Snapcaster Mage is another great card that is actually pretty unexciting in this deck. A 2/1 body does little for you so really you are just paying two more mana to cast your best spell again. Quite close to Demonic Tutor in effect, a card you don't play in a redundant deck. One mana discard and countermagic (including Daze) seem fine but perhaps a little situational. Generally they will have less of an effect than Darkness or Seal of Removal yet dilute your deck just as much. Most of your problem cards are not solved with discard or counters as it is. If your coming up short for some reason the these cards seem like acceptable filler, they might help you to not lose but they won't do anything to help you win. With mill being so much more powerful than burn but not being able to hit dorks it does seem reasonable to play some purely defensive cards despite being brutally quick. The thing is that there are only two types of deck that are quicker than you, nutty aggro decks like affinity and combo decks. A lot of combo decks are simply ruined by mill or even just extract!

Visions of BeyondWhile I don't object to the idea of padding out a little with cheap discard and counter magic I find cheap card quality to be more palatable. Card quality substitutes fairly well for the weaker mill effects. Adding a mana to some of the better mill effects in the deck doesn't stop them being better than those I am reluctant to put in. Every one mana card quality spell only adds a tiny bit of mill per mana to your decks average and in return it will make your draws that much smoother and better. There is diminishing returns on the card quality effects. Too much and you are not finding good mill card or lands but more card quality things which is not good. Three card quality effects seems pretty reasonable, a little more wouldn't hurt and less is fine too if you have better things to run. Brainstorm is obviously the best by quite some margin but equally it is that much more contested. You already want sac lands for your Hedron Crab so Brainstorm is going to perform well. You are looking to smooth things out and be cheap so Preordain and Serum Visions are better than the dig orientated Ponder and all the one mana stuff is generally better than the two mana stuff. I'd run Slight of Hand or even Careful Study (or Vampiric I guess by that logic) over any of the two mana spells such as Impulse.

Lastly we have the three top pick cards that seem like they are really worthwhile for the deck and are much more valuable to pick up than Brainstorm (although after that you are probably most interested in the lands!). Jace, Vryn's Prodigy seems all round a great fit for the deck. If he lives he should provide a couple of loots and then a flashback. Looting is one of the best forms of card quality, it sorts out delirium and far more importantly any of those cards that are only good if you have them early. While I dismissed Snapcaster for just being a more expensive mill card the Jace is far better in this area as you don't pay the cost that turn meaning you can easily recur your most expensive and powerful mill effect if you want. Jace even has some defensive utility if that is what you need. The card offers a bit too much all round to be passed up on if you get the chance on it. Not essential but easily the most powerful filler card you could hope for.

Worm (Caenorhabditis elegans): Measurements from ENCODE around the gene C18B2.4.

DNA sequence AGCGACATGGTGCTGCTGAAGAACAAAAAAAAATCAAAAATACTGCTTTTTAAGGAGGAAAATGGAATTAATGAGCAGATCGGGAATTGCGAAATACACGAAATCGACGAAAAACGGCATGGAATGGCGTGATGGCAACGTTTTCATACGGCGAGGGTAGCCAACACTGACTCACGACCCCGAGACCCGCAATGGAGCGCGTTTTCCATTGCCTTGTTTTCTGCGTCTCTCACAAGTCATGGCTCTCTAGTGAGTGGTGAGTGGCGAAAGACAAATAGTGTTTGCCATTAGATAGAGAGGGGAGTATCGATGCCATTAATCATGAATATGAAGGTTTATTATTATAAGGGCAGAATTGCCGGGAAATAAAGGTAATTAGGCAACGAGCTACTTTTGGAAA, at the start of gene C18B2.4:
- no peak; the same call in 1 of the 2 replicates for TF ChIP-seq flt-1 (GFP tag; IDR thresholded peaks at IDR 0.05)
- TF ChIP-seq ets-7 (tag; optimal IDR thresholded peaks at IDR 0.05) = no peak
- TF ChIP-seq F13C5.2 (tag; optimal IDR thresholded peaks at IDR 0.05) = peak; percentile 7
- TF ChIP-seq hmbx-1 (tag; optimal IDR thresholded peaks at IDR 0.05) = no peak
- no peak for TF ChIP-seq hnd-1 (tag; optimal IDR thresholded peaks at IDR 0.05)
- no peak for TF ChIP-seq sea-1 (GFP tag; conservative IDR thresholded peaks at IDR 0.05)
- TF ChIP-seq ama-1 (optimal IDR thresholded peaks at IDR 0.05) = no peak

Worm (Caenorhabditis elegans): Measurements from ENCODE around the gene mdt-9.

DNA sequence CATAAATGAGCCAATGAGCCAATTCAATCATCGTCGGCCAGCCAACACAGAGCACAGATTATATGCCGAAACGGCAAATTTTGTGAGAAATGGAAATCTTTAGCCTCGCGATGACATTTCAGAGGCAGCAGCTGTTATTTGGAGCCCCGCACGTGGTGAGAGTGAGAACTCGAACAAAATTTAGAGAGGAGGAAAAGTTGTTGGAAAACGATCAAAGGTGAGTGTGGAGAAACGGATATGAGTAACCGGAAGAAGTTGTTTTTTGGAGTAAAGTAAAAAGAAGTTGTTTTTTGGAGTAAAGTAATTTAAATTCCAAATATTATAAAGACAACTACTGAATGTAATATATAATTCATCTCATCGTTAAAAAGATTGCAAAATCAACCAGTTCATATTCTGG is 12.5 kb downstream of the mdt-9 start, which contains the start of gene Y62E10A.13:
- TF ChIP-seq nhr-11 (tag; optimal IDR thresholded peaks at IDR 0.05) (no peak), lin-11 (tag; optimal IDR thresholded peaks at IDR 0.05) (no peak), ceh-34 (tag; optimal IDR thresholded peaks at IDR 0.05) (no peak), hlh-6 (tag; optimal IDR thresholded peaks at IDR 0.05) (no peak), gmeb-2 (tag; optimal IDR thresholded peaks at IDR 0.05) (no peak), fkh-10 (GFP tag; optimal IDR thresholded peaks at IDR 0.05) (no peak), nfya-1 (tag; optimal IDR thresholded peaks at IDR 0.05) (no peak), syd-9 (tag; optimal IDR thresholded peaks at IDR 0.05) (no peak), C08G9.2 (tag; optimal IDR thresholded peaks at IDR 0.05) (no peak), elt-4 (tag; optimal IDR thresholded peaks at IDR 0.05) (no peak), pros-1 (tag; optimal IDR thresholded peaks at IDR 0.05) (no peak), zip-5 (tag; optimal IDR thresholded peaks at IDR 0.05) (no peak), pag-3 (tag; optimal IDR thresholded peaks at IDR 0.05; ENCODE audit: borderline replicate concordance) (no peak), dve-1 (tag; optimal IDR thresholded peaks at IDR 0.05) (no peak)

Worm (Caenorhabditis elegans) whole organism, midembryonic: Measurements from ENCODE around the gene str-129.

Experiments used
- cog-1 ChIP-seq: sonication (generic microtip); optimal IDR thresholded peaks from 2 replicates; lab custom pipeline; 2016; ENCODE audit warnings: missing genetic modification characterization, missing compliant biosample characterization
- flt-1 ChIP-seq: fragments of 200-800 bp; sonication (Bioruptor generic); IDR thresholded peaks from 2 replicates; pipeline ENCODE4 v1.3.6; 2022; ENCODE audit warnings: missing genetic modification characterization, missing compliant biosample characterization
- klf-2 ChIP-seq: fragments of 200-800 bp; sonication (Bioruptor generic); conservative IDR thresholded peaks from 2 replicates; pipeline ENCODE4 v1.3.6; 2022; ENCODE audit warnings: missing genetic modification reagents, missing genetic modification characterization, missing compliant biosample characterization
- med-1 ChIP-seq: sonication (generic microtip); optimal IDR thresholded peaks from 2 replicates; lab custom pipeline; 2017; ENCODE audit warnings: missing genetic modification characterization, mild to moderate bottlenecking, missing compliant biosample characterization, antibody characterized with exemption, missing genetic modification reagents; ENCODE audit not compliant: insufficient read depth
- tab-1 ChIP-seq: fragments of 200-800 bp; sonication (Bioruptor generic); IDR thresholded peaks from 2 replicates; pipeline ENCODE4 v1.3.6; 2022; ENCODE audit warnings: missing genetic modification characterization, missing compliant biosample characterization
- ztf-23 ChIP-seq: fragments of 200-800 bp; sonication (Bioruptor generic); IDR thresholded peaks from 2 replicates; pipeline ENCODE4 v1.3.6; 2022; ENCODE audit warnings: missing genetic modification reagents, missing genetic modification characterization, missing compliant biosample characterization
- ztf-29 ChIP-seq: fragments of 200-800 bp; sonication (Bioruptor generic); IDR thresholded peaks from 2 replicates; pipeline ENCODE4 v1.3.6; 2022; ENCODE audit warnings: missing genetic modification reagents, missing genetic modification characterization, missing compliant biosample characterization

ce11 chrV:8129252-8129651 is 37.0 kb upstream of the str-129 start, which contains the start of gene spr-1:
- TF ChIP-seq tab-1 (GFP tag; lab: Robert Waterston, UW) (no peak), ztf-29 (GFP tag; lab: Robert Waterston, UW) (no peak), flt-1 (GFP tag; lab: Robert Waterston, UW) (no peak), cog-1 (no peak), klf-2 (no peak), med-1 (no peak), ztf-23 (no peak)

Arcane DenialArcane Denial is another huge card here. It is pretty much a Thoughtscour that hard counters a spell for just one more mana. Sure, it is a may effect and it is them drawing rather than milling but really, you going to complain about a 2 mana Dismiss? This is by far the best disruption tool going. It works towards your end goal while also drawing you deeper into your deck. The best comparison I can think of for it in RDW is Searing Blaze, essentially a removal spell but one that also applies pressure. It is a bit more like a Searing Blaze that does a little less damage to the dome and instead draws you a card but you get the picture. Arcane Denial is also good disruption being fairly cheap for what it does and having very little restriction on what it can stop.

The final card that seems really potent in this list is Deathrite Shaman. We have pretty much exhausted all the playable one and two drop mill cards meaning we have to resort to pricier things to finish the list which in turn hurts the average CMC of the deck. By adding in ramp you negate this cost somewhat. In essence you can reduce the average CMC of your deck by a small amount (I estimate it to be about 0.0375 per card) by having it in your list. As you are mill focused you can be assured that Deathrite taps for mana even when you have no sac lands. Additionally Deathrite has some defensive attributes in the lifegain and 1/2 body department and can even disrupt with graveyard removal. He is one of your best cards against old Eldrazi... Including Deathrite in the list makes playing cards like Mind Funeral and Startled Awake a lot less painful on your target average CMC.